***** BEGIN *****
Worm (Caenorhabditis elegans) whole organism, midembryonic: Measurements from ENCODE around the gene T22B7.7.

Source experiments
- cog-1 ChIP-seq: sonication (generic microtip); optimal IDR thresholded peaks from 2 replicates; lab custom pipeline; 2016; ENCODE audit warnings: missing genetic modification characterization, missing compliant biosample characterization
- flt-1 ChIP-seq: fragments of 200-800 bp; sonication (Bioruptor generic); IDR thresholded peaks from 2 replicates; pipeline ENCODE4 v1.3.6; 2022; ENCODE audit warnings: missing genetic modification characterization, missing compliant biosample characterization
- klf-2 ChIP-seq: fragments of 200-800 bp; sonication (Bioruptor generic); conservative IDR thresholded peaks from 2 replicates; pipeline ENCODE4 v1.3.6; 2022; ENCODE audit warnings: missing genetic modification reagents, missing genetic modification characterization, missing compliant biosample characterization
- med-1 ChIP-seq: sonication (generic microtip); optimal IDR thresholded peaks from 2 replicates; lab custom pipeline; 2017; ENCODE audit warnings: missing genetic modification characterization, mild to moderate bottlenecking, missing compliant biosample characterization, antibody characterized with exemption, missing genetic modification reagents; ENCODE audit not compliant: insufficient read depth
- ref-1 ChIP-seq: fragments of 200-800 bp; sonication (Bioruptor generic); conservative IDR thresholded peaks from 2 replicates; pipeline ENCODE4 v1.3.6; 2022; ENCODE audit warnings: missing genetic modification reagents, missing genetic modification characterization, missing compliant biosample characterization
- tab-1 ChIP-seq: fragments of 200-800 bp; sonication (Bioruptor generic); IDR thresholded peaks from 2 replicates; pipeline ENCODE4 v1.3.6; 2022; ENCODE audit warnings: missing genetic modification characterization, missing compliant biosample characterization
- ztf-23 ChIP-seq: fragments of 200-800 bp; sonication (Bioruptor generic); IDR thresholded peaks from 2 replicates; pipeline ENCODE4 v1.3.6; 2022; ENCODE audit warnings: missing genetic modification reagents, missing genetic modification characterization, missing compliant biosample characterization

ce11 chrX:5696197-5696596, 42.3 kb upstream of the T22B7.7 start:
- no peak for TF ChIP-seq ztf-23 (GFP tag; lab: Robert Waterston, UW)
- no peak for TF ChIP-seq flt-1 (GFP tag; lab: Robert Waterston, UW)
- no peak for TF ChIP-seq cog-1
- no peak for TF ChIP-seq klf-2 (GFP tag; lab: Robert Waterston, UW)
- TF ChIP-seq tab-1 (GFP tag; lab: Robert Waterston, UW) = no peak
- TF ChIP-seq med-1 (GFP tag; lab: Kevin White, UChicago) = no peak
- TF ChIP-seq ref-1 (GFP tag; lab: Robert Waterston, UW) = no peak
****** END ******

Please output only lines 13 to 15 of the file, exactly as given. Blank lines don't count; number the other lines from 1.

- no peak for TF ChIP-seq cog-1
- no peak for TF ChIP-seq klf-2 (GFP tag; lab: Robert Waterston, UW)
- TF ChIP-seq tab-1 (GFP tag; lab: Robert Waterston, UW) = no peak